• “Keep doing what your doing”
  • “Appreciate that you are delivering through yarning real stories”
  • “we’ve done a lot around this, we need to be challenged more”
  • “thank you for the new knowledge learnt. The content was informative”
  • “more time to role play workers, supervisors”
  • “follow up sessions so it sinks in”
  • “have community members tell their story as part of the workshops/ training”
  • “diagrams be more detailed, as I found it difficult to understand – concept map”
  • “maybe use or ask staff to use examples of their practice in engaging families”


Participants from the Gidgee Healing Family Wellbeing Services – May 2018


Participants from the Brisbane Aboriginal and Torres Strait Islander Community Controlled Health Service and Yulu-Burri-Ba Aboriginal Corporation for Community Health, Family Wellbeing Service – April 2018 


Workshop Training Opportunities

Galang Education & Training

Gallang Education and Training (RTO#40564) are conducting training for community & health workers in the CHC43315 Cert IV in Mental Health (Government funded). This course is delivered over 12 months, 6 one week blocks, every 2 months.

They also offer the CHC51015 Diploma of Counselling training delivered over 14 months with 8 face to face blocks.

Your workers/employees may be interested in Upskilling instead of doing a full qualification. Gallang now offer the Healing Accredited Short course that runs for 4 Blocks covering 5 Units of Competencies.

Galang Education and Training delivers courses Queensland wide. Their qualifications are Nationally recognised, gaining pathways to higher qualifications. All the Units of Competencies are accredited and you may be entitled to a straight Credit Transfers in other qualifications if you pursue further studies.

Please contact our training team on (07) 3899-5041 for further information.

SNAICC – National Voice for our Children

SNAICC also offer education and training workshops for the sector. Some are:

  • Stronger Safer Together
  • Through Young Black Eyes
  • Safe for community
  • Safe for kids
  • Safe for Women
  • Safe and Healhty Men
  • Working and Walking Together
  • Opening Doors to genuine partnerships
  • Recognising and responding to Trauma
  • Tracks to Healing

Please contact SNAICC on phone: 03 9489 8099 or visit their website:

Services are encouraged to share and post on QATSICPP Facebook page any training opportunities or scholarships or to forward onto members of the QATSICPP team for distribution and/or promotion.

National Workforce Centre for Child Mental Health
Trauma and the child

This course explores a trauma-informed approach to understanding the prevalence of trauma, and its impacts on the child and families. It briefly explores the implications of this approach to caring for, or working with, young people. It does not explore trauma- specific therapies. 

It is estimated that the course will take you three – four hours to complete (including watching videos and completing assessments). However, you can complete the course in several sessions at your own pace. The last page you visit will be bookmarked so that you can jump straight back to where you left off – whenever it suits you, 24/7.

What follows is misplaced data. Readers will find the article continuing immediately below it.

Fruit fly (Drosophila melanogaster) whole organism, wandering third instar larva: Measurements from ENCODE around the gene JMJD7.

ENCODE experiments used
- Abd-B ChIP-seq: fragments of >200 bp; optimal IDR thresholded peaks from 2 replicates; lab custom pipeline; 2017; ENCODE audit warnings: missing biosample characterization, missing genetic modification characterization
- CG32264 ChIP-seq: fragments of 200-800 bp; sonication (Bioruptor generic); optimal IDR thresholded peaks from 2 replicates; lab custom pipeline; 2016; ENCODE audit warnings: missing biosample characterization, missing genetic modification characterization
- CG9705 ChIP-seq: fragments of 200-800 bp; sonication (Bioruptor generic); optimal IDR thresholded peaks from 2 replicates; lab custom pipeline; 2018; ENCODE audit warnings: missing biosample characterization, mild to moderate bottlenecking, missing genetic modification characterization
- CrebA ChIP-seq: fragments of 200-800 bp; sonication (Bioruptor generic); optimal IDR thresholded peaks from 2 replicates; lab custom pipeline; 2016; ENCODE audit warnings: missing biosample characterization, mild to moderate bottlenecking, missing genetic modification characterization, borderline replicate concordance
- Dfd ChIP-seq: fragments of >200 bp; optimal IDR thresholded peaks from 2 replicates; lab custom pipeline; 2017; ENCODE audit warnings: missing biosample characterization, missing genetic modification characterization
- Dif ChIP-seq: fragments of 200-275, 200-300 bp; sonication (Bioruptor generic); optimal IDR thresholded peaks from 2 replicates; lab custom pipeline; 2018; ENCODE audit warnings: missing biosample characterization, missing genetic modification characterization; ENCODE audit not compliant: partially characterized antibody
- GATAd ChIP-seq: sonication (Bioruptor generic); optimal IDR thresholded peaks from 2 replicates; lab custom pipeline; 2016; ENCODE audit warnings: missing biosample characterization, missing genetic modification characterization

To participate in any of their elearning courses, please click on the following link and register.

Insight Webinars – Alcohol and other drug training and workforce development

May 30 - The Queensland Drug and Alcohol Court
This seminar will provide insight into the model for the re-instated program, an also explore the reasons and principles regarding what makes diversionary courts an effective intervention and resource.

June 6 – Working with people with personality disorders
This presentation will focus upon the challenges of working with clients with personality disorders, offering practical strategies for engagement, management and treatment.

To participate in any of Insights workshops and webinars, please visit their website to register.

Health Infonet:

For further information on Practice Standards workshop and/ or supervision framework training and/ or further professional development, please contact Sidney Williams, 0477 701 257 or email:

Dear SNAICC members and supporters,

SNAICC is delighted to announce the theme for National Aboriginal and Torres Strait Islander Children's Day for 2018 is SNAICC – Celebrating Our Children for 30 Years.

Our children are the youngest people from the longest living culture in the world, with rich traditions, lore and customs that have been passed down from generation to generation. Our children are growing up strong with connection to family, community and country. Our children are the centre of our families and the heart of our communities. They are our future and the carriers of our story.

This year, we invite communities to take a walk down memory lane, as we revisit some of the highlights of the last 30 years. We look back on the empowering protest movements instigated by community that had led to the establishment of the first Children’s Day on 4 August 1988. We look back at all of the amazing moments we’ve shared with our children over the years, and how we’re watching them grow into leaders. We look back to see what we’ve achieved and decide where we want to go from here to create a better future for our children. If you have celebrated Children’s Day at any time during the past 30 years, we would love to hear from you.

Please keep an eye out for the latest Children’s Day news on our website. There you can download your Celebration Kit 2018, order your FREE Children’s Day poster, buy your Children’s Day 2018 resource bags and register your event

Maylene Slater-Burns
Children's Day Coordinator

  • Child Protection Environment


    of Aboriginal and Torres Strait Islander children were placed with a kinship or Indigenous carer.
  • Queensland Aboriginal and Torres Strait Islander Child Protection Peak


    There are 69,200 Aboriginal & Torres Strait Islander children / young people in Queensland.